First Look: Veggie Mexican at Lucha Verde on Davie St.

Last year was all poke — this year’s trend seems to be Mexican! With the opening of Fayuca, El Santo winning Vanmag Gold Award for Best Latin (disappointing review here), expansion of Tacofino into Yaletown, La Mezcaleria into Gastown, etc, Mexican cuisine is getting hot. But what I’m after is just plain good eats. Surprisingly, the most impactful (there’s a Sherman word for ya!) “Mexican” experience I’ve had that consistently impresses me is the tacos at Four Winds Brewing in Delta. They use tacos as a canvas, and bring in smartly constructed flavours. I’m not even going to touch the notion of authenticity. There’s a huge range of regional Mexican cuisine that we are just frickin’ ignorant about in Vancouver. I’m just concentrating on whether the shit tastes good or not. So does Lucha Verde taste good?

NOTE: Lucha Verde wasn’t even a week old when we visited. I think you’re all intelligent enough to take what I say below in perspective. They were still training new servers but we still got good, attentive service. The owner was wearing a TMNT t-shirt!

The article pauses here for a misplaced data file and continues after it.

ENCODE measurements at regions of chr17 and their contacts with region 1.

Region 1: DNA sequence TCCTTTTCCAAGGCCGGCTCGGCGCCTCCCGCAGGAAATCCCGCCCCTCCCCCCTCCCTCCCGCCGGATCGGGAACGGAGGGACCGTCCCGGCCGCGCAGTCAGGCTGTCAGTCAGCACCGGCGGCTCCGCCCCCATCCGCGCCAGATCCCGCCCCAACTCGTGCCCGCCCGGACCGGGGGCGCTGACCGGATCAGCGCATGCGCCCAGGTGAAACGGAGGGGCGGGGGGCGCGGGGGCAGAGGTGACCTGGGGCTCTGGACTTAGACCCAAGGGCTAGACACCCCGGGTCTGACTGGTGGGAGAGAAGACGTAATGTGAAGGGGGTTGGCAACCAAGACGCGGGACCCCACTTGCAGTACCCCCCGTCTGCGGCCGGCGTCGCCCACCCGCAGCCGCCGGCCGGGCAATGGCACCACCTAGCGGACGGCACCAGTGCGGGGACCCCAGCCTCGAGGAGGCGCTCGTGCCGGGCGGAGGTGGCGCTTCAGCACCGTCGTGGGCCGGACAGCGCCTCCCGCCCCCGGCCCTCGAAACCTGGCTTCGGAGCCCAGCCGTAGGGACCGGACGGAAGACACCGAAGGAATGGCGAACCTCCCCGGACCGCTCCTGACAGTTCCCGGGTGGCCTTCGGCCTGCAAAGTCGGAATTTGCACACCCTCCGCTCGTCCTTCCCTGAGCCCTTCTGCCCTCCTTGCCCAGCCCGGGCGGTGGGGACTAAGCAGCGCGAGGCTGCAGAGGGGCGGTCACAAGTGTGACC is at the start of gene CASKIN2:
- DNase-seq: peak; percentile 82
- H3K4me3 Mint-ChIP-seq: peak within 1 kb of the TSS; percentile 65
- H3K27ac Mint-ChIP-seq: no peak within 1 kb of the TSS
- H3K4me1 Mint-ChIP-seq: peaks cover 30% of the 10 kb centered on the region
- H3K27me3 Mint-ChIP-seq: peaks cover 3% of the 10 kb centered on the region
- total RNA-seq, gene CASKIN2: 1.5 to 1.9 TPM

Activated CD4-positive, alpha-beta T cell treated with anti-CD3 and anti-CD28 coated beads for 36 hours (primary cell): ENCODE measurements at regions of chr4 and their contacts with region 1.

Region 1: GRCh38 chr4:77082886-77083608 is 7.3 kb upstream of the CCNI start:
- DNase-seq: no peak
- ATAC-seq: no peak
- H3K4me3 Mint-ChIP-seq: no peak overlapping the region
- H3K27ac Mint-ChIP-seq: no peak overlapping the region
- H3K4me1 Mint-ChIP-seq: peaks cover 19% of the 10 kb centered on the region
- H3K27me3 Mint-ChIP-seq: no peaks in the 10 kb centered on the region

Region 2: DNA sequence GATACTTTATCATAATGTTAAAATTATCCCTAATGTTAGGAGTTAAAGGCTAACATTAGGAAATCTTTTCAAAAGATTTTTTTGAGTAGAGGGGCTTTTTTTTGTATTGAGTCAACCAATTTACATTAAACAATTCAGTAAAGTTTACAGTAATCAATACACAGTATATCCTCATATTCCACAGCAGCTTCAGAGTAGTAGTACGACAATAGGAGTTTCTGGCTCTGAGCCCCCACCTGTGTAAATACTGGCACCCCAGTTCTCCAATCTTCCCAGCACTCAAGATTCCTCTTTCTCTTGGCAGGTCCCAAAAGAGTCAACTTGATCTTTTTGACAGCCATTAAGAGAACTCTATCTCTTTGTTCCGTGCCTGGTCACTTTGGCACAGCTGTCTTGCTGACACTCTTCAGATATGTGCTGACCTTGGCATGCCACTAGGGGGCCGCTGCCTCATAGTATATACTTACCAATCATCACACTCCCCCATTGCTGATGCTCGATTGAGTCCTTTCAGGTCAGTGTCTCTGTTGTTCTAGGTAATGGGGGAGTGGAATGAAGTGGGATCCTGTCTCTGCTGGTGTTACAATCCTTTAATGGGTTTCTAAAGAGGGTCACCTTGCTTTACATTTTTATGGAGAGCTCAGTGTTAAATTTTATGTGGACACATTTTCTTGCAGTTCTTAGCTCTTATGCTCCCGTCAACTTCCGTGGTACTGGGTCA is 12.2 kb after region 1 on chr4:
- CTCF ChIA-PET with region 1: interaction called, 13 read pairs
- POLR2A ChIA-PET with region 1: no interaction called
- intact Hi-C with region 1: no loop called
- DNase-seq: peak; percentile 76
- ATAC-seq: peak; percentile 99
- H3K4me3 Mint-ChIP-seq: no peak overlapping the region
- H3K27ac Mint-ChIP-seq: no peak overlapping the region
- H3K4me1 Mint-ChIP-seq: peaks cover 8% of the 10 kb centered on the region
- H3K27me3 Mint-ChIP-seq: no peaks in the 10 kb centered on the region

Lucha Verde is where Lolita’s South of the Border Cantina used to be on Davie St. I saw a few neighbourhood people stopping to check out the menu and ask questions.

With vegetarian restaurants like MeeT on Main, Virtuous Pie, The Acorn, The Arbor, CHAU VeggieExpress, and many others popping up in recent years, I think Lucha Verde’s combination of “veg-mex” cuisine and cocktails will be very popular.

There are plenty of veggie-based foods that are inherently tasty. But too often the veggie options in town taste bad and boring. Lots of cuisines like Middle Eastern and Korean (especially Buddhist temple food) are just plain awesome. So really, I’m not biased against vegetarian food per se. I just look for the same level of flavour, texture, aroma, and excitement as I do with any food. Some of the best tacos at Four Winds Brewing are the vegetarian ones (Roast Cauliflower, Mushroom 3 Ways — omg).

Lucha Verde seats around 30 people. Hooks at the bar for purses/bags/murses are a huge plus.

Table at the window.